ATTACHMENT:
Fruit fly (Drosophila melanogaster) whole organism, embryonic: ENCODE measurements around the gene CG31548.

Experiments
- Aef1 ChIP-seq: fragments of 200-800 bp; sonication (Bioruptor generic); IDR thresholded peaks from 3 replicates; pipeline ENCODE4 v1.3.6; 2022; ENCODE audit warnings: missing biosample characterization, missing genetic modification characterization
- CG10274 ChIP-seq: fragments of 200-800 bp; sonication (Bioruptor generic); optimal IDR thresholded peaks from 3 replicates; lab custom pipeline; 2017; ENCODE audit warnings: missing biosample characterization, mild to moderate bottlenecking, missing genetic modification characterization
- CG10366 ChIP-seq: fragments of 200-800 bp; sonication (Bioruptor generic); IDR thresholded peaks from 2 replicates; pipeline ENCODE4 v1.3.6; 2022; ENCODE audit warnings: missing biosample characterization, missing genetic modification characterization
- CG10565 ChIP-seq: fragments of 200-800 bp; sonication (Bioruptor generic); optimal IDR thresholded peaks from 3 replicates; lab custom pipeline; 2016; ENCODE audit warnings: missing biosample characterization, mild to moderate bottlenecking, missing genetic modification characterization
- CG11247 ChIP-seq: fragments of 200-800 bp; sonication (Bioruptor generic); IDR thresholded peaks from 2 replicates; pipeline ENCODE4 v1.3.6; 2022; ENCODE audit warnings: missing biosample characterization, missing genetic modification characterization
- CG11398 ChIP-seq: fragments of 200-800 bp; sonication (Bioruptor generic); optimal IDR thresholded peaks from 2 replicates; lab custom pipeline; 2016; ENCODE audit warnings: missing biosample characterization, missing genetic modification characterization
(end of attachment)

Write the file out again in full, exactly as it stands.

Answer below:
Fruit fly (Drosophila melanogaster) whole organism, embryonic: ENCODE measurements around the gene CG31548.

Experiments
- Aef1 ChIP-seq: fragments of 200-800 bp; sonication (Bioruptor generic); IDR thresholded peaks from 3 replicates; pipeline ENCODE4 v1.3.6; 2022; ENCODE audit warnings: missing biosample characterization, missing genetic modification characterization
- CG10274 ChIP-seq: fragments of 200-800 bp; sonication (Bioruptor generic); optimal IDR thresholded peaks from 3 replicates; lab custom pipeline; 2017; ENCODE audit warnings: missing biosample characterization, mild to moderate bottlenecking, missing genetic modification characterization
- CG10366 ChIP-seq: fragments of 200-800 bp; sonication (Bioruptor generic); IDR thresholded peaks from 2 replicates; pipeline ENCODE4 v1.3.6; 2022; ENCODE audit warnings: missing biosample characterization, missing genetic modification characterization
- CG10565 ChIP-seq: fragments of 200-800 bp; sonication (Bioruptor generic); optimal IDR thresholded peaks from 3 replicates; lab custom pipeline; 2016; ENCODE audit warnings: missing biosample characterization, mild to moderate bottlenecking, missing genetic modification characterization
- CG11247 ChIP-seq: fragments of 200-800 bp; sonication (Bioruptor generic); IDR thresholded peaks from 2 replicates; pipeline ENCODE4 v1.3.6; 2022; ENCODE audit warnings: missing biosample characterization, missing genetic modification characterization
- CG11398 ChIP-seq: fragments of 200-800 bp; sonication (Bioruptor generic); optimal IDR thresholded peaks from 2 replicates; lab custom pipeline; 2016; ENCODE audit warnings: missing biosample characterization, missing genetic modification characterization